It is a very well written research paper. ...and the executive summary sets the tone.

I am still hearing the wait, wait ...wait nonsense in posts. Aren't you astroturfers embarrassed to say that after all these years and years and years and years and years and years? ..... But lately, I haven't heard the stupid Microsoft refrain that they are "all in" ....Yeah, "all in" to failing! You delusional astroturfers really need a life ...seriously!



Yes, sure, call everyone disagreeing with you an astroturfer sure makes you look smart. Grow up!

No, the reason why Vista was so badly received had nothing to do with content protection but everything with three things primarily:

1. the new driver model (whose main motivation was system robustness, not content protection.)
2. excessively high system demands
3. overzealous UAC implementation

Once 1. got ironed out (it took a few months, which shouldn't surprise anyone - it should also come as no surprise that the hardware manufacturers were clearly not thrilled by having to invest more work here!) most of the problems went away but the damage to Vista's reputation couldn't be salvaged anymore. But what about Windows 7 then? It got all the same 'issues' but became a huge success. So what gives?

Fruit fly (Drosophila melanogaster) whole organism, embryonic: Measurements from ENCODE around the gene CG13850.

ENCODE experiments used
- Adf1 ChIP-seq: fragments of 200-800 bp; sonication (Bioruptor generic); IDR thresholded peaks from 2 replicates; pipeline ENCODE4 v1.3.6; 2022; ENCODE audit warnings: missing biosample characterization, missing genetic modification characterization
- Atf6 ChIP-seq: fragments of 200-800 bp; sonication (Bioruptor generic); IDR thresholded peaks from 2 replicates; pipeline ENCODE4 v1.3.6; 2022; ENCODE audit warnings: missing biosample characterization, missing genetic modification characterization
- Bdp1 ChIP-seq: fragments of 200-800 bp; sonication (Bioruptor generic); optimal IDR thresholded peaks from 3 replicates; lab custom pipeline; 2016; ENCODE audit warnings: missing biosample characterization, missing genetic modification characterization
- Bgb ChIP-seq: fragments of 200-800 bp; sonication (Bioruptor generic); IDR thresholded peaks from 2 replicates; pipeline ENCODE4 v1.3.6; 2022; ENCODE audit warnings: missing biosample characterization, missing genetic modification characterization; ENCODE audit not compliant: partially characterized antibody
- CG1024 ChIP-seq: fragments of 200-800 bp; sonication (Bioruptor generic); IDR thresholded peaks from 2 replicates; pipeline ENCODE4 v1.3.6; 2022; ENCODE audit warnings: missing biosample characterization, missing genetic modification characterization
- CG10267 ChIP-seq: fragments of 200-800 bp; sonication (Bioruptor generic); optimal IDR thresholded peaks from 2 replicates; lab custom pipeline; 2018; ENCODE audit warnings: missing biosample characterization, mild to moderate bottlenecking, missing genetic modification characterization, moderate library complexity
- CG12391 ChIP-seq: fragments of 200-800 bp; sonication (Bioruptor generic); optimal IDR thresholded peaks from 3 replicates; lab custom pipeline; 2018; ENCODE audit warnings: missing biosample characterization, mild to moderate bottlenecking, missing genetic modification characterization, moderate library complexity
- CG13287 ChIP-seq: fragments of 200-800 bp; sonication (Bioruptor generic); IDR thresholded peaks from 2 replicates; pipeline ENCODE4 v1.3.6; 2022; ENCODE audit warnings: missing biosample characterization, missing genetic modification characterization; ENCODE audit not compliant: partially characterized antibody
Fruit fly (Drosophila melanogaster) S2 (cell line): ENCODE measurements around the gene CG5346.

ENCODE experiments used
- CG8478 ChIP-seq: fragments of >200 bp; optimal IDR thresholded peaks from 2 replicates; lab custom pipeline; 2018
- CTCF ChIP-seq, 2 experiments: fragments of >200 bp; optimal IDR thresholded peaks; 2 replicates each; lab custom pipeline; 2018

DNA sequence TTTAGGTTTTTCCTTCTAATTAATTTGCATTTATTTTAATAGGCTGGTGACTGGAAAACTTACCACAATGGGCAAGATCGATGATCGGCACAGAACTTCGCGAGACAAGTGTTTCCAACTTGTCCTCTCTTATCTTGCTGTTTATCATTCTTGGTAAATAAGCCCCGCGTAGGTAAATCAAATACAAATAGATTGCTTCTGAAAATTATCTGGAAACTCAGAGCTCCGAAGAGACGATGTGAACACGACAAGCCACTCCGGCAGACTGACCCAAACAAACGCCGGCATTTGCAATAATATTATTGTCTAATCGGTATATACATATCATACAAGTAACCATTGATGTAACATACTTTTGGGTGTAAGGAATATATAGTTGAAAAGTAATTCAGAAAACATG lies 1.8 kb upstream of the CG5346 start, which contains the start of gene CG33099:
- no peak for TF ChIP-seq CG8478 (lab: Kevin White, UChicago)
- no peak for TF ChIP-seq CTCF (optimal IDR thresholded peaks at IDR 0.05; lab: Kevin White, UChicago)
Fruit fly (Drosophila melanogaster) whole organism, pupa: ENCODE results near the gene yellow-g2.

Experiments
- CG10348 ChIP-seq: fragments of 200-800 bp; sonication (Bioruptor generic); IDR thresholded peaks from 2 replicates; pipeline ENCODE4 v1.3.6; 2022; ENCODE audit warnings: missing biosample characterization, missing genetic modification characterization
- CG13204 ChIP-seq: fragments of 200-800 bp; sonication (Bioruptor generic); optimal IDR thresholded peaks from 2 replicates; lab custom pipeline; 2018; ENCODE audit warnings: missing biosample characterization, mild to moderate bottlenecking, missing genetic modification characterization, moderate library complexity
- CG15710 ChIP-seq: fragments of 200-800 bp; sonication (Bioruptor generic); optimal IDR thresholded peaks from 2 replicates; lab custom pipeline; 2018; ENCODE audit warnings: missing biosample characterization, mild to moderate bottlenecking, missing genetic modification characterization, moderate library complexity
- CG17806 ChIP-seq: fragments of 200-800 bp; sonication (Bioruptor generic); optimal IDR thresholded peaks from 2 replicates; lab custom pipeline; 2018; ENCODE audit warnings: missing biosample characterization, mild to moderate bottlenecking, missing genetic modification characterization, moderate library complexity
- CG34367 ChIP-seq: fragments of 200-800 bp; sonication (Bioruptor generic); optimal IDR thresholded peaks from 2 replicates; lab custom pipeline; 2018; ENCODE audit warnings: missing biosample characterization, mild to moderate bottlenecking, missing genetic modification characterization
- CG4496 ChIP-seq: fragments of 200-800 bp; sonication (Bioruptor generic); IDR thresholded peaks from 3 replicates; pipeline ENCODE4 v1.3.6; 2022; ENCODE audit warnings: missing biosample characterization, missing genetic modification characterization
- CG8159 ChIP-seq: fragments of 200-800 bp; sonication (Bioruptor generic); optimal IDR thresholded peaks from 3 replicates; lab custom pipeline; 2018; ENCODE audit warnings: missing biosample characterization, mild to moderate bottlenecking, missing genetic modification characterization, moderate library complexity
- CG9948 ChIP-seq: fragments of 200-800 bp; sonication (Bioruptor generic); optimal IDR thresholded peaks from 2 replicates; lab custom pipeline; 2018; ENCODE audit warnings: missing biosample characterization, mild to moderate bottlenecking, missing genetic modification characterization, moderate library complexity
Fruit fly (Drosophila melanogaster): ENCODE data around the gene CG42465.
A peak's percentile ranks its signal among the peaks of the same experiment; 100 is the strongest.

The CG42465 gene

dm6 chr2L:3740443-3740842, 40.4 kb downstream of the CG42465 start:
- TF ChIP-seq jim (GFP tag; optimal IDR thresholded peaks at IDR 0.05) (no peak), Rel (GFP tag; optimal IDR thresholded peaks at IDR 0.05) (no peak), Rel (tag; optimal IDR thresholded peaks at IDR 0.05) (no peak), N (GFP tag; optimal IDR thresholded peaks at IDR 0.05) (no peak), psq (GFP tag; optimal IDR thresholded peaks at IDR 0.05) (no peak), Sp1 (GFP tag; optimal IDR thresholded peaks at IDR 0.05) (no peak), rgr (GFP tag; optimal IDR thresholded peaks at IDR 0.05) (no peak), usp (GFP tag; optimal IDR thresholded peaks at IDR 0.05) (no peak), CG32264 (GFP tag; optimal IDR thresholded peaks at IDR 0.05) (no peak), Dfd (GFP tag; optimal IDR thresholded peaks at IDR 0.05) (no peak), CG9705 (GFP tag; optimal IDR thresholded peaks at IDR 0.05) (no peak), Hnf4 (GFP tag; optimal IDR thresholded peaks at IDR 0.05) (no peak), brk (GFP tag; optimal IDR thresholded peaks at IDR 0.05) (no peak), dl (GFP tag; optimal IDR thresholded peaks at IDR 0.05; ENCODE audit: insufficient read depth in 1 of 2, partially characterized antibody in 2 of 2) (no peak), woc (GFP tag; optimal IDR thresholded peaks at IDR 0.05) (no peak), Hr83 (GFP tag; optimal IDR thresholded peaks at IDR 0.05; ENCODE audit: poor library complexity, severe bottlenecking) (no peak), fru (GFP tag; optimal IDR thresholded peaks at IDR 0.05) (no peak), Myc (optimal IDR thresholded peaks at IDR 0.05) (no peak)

The problem with that 'research paper' is not that it is false but that nearly everything it says was completely irrelevant for the average user and that it certainly misleads in some points because it concludes everything from the sole (and bogus) premise that all those changes were done for content protection alone. It has 'written by an activist with an axe to grind' stamped all over it.